Kristin Turner ’17 was selected as the recipient of Harvard Law School’s  Public Welfare Foundation A2J Tech Fellowship. She will spend year working with Upsolve, a nonprofit that has developed an automated, end-to-end, TurboTax-like platform designed to guide both debtors and attorneys through the Chapter 7 bankruptcy process.

The Public Welfare Foundation A2J Tech Fellowship was established in September 2017 with a generous gift from the Public Welfare Foundation. The fellowship enables an HLS alum or graduating student to work with a legal services provider on projects that hold promise for improving the way individuals and families who cannot afford to hire lawyers interact with the legal system.

At HLS, Turner explored the fields of social entrepreneurship, venture philanthropy, and social impact bonds (also known as Pay for Success Contracts). She served as a member of the Harvard Defenders, the Women’s Law Association, and the Law School Parody. She was the 2016 – 2017 president of the Black Law Students Association and a semifinalist in Harvard Business School’s New Venture Competition 2016. She holds a B.A. in political science from the University of Southern California and currently serves on the executive committee for the Harvard Law School Association.

Professor Daniel Nagin, vice dean for experiential and clinical education and chair of the selection committee, said: “Kristin was our ideal candidate: she possesses a top-rate legal mind, an entrepreneurial spirit, and a dedication to serving the public good. Her unique combination of experience in technology, community collaborations, and public interest law makes her a perfect fit for Upsolve. Technology and innovation have important roles to play in ensuring our legal system is responsive to the needs of vulnerable communities. We are thrilled that Kristin will be on the front lines of this vital work and grateful to the Public Welfare Foundation for making the fellowship possible.”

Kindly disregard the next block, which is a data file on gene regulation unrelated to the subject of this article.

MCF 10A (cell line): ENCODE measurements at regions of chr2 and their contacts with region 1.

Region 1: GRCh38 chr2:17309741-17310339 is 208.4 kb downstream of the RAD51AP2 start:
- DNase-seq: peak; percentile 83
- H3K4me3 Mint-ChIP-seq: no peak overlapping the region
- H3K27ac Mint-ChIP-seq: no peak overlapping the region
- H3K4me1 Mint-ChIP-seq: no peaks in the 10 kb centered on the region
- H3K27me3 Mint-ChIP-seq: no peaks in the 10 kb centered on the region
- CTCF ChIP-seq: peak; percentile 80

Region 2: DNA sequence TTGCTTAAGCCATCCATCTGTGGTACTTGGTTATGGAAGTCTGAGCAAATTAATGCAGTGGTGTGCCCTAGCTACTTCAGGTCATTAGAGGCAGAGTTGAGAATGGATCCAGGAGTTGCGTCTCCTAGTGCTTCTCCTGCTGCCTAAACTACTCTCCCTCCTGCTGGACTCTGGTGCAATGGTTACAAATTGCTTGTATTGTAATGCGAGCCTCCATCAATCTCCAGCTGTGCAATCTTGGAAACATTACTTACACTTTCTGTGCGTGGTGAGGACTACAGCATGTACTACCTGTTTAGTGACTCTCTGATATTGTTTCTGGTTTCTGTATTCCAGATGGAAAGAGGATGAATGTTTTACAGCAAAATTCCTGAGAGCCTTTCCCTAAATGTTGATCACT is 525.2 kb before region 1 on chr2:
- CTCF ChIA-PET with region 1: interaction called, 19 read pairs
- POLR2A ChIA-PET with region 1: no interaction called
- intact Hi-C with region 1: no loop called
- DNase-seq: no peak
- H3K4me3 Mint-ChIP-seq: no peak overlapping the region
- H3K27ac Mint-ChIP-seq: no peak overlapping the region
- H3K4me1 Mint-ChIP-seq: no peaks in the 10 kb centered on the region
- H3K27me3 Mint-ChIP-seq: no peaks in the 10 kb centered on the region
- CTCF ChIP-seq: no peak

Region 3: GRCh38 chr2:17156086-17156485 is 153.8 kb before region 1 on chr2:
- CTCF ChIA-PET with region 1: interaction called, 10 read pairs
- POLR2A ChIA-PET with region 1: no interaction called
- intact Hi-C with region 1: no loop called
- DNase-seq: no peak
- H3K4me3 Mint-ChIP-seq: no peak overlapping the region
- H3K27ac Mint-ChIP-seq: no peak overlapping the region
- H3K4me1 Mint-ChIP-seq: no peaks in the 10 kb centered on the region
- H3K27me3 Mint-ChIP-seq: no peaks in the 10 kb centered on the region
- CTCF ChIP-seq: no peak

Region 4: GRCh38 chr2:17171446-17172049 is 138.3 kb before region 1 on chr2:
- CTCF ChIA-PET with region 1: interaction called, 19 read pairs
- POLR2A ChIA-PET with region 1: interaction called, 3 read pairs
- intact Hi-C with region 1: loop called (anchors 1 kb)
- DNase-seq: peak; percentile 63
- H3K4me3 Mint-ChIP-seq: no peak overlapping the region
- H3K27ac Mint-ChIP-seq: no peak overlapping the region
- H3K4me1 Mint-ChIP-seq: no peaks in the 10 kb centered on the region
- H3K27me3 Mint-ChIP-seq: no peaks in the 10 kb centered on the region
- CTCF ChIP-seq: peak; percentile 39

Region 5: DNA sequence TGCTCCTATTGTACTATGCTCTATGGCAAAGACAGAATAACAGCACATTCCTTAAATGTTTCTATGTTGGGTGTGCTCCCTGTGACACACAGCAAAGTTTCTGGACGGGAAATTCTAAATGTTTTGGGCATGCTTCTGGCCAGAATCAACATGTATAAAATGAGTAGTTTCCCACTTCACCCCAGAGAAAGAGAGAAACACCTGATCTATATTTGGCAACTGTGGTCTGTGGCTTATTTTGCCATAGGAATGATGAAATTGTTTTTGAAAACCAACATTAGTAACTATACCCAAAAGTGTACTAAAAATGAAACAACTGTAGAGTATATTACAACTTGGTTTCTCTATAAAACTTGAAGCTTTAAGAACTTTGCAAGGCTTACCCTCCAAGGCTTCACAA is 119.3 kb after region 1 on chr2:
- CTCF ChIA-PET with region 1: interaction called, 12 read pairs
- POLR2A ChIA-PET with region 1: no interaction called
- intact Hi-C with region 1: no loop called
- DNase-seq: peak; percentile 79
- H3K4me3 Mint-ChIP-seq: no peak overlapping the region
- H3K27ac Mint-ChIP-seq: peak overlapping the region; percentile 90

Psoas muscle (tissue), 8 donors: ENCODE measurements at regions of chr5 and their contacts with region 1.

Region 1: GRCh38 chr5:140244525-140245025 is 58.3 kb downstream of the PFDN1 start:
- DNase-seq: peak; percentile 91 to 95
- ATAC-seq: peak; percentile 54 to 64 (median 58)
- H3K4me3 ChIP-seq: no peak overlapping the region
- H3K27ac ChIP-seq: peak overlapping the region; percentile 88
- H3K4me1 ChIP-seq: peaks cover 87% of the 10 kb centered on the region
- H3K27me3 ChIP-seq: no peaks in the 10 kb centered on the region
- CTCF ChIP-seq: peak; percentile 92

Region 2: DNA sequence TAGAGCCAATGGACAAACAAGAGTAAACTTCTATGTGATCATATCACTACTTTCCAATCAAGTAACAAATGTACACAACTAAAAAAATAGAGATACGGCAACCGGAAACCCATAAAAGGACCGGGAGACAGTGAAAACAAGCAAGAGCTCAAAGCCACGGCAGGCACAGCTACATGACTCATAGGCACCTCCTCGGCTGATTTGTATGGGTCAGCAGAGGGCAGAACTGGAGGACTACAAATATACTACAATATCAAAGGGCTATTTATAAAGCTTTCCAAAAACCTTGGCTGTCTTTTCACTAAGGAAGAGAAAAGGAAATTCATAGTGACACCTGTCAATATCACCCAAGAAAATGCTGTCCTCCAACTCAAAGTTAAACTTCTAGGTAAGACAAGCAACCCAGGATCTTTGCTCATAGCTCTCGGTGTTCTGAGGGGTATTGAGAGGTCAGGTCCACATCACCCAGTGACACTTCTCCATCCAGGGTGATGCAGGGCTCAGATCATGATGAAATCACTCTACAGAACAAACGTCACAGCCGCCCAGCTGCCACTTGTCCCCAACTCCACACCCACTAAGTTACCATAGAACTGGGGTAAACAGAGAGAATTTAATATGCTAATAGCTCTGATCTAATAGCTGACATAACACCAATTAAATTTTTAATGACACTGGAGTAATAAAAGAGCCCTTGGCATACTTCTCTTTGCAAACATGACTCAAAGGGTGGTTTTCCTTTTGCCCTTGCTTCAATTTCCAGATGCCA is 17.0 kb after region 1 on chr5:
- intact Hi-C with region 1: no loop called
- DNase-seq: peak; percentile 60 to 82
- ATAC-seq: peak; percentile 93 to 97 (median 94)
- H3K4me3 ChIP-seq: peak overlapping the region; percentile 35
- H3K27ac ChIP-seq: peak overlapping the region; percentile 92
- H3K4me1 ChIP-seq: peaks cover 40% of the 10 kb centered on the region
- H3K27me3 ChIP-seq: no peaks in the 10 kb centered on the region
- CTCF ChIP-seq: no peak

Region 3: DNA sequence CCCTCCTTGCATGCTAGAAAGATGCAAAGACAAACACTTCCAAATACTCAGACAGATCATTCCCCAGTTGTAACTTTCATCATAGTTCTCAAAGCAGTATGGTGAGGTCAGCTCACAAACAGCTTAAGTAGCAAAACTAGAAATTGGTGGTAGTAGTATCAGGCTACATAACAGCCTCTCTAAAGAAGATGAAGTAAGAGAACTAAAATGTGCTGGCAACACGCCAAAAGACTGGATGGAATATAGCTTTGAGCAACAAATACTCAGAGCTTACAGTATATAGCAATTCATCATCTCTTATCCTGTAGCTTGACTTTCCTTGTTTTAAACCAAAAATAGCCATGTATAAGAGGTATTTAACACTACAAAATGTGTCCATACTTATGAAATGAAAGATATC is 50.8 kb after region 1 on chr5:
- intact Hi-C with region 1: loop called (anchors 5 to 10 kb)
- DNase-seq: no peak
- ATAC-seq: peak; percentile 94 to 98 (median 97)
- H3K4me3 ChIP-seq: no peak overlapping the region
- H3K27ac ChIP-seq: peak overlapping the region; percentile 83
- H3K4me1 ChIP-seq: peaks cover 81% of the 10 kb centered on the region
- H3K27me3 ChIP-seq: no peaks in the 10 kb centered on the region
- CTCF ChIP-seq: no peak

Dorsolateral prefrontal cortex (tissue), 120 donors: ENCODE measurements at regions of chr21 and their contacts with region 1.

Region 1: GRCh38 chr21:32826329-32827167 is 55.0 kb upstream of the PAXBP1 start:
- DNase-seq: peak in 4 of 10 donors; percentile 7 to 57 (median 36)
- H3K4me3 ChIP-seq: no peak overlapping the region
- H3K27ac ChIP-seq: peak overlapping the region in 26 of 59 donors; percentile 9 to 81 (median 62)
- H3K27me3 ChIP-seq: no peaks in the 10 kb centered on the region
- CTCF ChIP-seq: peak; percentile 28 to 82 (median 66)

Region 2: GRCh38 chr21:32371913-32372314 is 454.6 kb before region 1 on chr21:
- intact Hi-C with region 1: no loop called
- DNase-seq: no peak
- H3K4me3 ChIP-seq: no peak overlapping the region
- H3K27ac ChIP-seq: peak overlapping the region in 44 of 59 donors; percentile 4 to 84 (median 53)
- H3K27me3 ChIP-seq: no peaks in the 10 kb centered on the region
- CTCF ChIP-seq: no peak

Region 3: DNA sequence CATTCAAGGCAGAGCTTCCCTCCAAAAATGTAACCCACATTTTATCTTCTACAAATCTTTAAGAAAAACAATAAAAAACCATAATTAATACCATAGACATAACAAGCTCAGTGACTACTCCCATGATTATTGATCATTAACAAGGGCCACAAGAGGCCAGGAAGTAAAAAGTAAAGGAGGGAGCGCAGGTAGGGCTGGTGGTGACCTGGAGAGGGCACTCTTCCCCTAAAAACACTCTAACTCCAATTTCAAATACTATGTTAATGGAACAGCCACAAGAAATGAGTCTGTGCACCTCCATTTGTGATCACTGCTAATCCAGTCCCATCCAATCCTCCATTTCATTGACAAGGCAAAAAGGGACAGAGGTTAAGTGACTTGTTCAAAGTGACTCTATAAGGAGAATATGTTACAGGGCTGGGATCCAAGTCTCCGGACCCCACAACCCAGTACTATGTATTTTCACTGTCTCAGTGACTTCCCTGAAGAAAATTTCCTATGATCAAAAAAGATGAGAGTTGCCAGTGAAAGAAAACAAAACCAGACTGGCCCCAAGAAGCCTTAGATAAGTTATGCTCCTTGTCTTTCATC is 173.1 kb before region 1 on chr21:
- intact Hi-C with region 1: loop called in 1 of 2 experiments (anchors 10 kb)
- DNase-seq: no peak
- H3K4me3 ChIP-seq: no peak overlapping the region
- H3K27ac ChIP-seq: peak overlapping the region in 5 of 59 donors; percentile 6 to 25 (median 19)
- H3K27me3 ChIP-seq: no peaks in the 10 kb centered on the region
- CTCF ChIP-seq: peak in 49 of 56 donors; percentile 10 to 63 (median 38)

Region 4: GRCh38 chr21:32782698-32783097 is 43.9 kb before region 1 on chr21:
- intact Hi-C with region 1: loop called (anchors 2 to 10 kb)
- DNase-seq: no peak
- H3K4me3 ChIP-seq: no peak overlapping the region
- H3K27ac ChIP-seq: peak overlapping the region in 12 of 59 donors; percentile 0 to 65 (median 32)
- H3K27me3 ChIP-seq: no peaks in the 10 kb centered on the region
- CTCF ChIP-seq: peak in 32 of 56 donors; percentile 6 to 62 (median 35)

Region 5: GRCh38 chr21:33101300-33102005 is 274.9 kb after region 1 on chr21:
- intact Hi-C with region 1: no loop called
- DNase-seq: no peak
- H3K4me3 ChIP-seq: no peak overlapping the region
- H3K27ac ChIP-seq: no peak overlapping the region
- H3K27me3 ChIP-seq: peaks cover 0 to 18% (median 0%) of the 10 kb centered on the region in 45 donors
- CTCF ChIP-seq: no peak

Upsolve was founded by Rohan Pavuluri, a member of the Harvard College class of 2018, after Pavuluri worked with HLS’s Access to Justice Lab in 2016. Pavuluri developed the nonprofit through Harvard’s iLab, and last May, at a ceremony at the Harvard iLab, Upsolve won the Grand Prize in its category at the President’s Innovation Challenge, a competition started in 2012 that invites students across Harvard’s schools to submit ideas to solve “issues facing the world.”